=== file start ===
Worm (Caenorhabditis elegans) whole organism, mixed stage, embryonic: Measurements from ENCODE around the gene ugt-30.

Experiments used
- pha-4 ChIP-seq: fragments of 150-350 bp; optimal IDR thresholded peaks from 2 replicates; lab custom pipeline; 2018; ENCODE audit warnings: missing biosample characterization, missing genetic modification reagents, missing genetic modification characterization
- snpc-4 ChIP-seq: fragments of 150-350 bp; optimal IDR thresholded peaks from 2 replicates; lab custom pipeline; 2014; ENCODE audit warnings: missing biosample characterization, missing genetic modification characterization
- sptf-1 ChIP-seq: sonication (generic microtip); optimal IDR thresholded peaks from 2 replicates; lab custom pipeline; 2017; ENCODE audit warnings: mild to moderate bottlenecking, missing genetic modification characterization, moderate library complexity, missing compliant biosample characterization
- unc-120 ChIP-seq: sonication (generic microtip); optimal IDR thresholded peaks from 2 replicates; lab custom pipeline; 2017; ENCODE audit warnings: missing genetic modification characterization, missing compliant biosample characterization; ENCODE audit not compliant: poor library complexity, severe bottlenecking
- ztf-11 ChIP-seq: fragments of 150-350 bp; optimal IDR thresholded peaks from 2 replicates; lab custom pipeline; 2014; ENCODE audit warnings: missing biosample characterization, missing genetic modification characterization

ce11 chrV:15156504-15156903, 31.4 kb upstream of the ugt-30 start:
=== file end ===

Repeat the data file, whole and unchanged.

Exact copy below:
Worm (Caenorhabditis elegans) whole organism, mixed stage, embryonic: Measurements from ENCODE around the gene ugt-30.

Experiments used
- pha-4 ChIP-seq: fragments of 150-350 bp; optimal IDR thresholded peaks from 2 replicates; lab custom pipeline; 2018; ENCODE audit warnings: missing biosample characterization, missing genetic modification reagents, missing genetic modification characterization
- snpc-4 ChIP-seq: fragments of 150-350 bp; optimal IDR thresholded peaks from 2 replicates; lab custom pipeline; 2014; ENCODE audit warnings: missing biosample characterization, missing genetic modification characterization
- sptf-1 ChIP-seq: sonication (generic microtip); optimal IDR thresholded peaks from 2 replicates; lab custom pipeline; 2017; ENCODE audit warnings: mild to moderate bottlenecking, missing genetic modification characterization, moderate library complexity, missing compliant biosample characterization
- unc-120 ChIP-seq: sonication (generic microtip); optimal IDR thresholded peaks from 2 replicates; lab custom pipeline; 2017; ENCODE audit warnings: missing genetic modification characterization, missing compliant biosample characterization; ENCODE audit not compliant: poor library complexity, severe bottlenecking
- ztf-11 ChIP-seq: fragments of 150-350 bp; optimal IDR thresholded peaks from 2 replicates; lab custom pipeline; 2014; ENCODE audit warnings: missing biosample characterization, missing genetic modification characterization

ce11 chrV:15156504-15156903, 31.4 kb upstream of the ugt-30 start: